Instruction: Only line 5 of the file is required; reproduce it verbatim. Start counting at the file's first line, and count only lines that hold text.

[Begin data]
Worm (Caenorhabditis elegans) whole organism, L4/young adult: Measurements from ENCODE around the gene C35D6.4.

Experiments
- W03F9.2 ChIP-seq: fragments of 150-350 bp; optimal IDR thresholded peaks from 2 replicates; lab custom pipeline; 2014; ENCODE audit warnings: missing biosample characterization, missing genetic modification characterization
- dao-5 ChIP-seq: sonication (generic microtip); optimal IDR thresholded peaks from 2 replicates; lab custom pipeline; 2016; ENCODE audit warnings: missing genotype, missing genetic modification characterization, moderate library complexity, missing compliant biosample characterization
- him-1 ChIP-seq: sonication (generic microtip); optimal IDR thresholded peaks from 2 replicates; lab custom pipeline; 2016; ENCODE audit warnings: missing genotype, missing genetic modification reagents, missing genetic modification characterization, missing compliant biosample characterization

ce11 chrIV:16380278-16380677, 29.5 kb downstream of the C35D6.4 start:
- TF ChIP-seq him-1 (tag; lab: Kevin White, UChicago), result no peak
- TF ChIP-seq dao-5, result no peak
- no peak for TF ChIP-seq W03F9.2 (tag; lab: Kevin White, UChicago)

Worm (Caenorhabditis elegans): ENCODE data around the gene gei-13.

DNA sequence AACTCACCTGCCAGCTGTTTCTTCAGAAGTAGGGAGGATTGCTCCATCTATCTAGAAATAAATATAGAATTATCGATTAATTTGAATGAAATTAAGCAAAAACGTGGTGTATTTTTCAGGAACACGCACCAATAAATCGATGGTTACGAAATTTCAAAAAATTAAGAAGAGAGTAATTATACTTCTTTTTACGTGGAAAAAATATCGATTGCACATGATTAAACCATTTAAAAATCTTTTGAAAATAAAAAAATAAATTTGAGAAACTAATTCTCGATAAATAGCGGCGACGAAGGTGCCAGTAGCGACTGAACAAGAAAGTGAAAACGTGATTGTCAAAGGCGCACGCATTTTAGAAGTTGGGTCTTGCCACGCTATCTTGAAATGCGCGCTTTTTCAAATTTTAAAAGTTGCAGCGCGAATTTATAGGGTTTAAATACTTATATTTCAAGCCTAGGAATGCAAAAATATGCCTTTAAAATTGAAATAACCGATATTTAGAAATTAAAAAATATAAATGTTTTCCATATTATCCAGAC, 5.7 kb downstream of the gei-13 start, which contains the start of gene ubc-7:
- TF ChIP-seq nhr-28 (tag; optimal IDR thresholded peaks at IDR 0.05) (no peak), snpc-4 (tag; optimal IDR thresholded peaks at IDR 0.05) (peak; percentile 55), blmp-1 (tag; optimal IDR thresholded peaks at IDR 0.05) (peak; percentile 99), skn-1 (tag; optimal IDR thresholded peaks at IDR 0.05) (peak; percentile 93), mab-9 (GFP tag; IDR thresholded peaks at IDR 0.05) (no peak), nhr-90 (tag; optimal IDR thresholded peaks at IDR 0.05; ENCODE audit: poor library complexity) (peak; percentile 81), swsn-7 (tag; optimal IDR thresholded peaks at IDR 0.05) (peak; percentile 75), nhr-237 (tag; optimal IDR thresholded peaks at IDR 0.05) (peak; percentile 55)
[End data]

- him-1 ChIP-seq: sonication (generic microtip); optimal IDR thresholded peaks from 2 replicates; lab custom pipeline; 2016; ENCODE audit warnings: missing genotype, missing genetic modification reagents, missing genetic modification characterization, missing compliant biosample characterization